the strength of the aluminized plastic, which made it
difficult to tear even when perforated.
The multipack was redesigned and again tested in
the plant and by employee families. It appeared that the
new package was performing satisfactorily. Negotiations
with Clover Valley’s carton supplier resulted in an estimated
price of 8.5 cents for the first 100,000 units. Thereafter
unit costs would drop to 7.5 cents per 6-oz cup Mr. Roth decided that the best multipack carrier
presently possible had been designed. His attention
then turned to methods of testing the new packs for
consumer acceptance. Mr. Krieger, his father-in-law
and president of Clover Valley, sent him the following
letter concerning market testing:
Concerning the market test of the new cups and carriers, I
have a few suggestions that may be helpful, although the final
decision is yours. I think we should look for a few outlets
where we are not competing with the other dairies, perhaps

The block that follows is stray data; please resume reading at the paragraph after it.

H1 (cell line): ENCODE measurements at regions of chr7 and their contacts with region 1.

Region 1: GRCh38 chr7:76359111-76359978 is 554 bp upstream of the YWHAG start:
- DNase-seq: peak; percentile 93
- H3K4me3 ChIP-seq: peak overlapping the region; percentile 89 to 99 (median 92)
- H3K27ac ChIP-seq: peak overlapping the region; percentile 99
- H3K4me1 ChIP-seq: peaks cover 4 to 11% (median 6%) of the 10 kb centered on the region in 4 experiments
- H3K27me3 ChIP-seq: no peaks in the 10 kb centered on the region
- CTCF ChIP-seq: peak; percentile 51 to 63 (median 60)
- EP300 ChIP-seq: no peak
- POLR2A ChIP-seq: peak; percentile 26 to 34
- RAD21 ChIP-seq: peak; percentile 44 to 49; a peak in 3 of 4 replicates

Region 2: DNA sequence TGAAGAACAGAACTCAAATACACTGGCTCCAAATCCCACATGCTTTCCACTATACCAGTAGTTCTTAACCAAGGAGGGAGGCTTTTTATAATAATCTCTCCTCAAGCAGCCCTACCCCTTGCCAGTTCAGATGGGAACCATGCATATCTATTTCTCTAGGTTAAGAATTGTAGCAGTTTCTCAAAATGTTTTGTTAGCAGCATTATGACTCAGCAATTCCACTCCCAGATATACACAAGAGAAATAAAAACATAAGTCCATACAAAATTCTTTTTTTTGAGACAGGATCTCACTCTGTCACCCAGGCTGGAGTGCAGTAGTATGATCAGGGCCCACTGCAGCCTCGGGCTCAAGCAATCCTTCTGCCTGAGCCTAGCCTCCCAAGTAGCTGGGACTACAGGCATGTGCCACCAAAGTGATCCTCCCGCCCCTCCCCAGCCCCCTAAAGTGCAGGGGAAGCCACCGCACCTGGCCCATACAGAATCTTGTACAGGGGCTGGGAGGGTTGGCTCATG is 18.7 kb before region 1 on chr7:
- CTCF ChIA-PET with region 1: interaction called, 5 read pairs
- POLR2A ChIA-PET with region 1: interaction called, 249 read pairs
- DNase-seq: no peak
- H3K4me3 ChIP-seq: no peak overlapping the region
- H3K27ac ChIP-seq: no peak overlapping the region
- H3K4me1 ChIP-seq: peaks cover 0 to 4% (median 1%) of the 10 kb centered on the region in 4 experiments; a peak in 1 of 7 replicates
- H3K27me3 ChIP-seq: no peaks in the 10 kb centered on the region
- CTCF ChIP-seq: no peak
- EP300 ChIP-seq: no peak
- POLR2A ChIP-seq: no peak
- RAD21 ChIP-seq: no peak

the Naval Base or Bill’s Market. Actually, if we use Bill’s,
then the test could be conducted as follows:
1. Give Bill a special deal on the multipacks for this weekend.
2. In the next two weeks, we’ll only deliver the multipacks
and no single cups at all.
3. In the third week we’ll deliver both the packs and the
4. During the third weekend we’ll have someone make a
survey at the store to determine its acceptance.
5. Here is how it could be conducted:
a. Station someone at the dairy case.
b. After the shoppers have chosen either single cups
or the multipacks, question them.
c. If they chose the multipacks, ask them why.
d. If they chose the single cups ask them why they
didn’t buy the packs.
e. Thank them for their help and time.
Questions for Discussion
1. Should the new multipack carrier be tested?
2. If a test is judged necessary, what should be the
criteria for success or failure?
3. How useful is the proposed test in addressing the
management problem? What changes, if any,
would you recommend?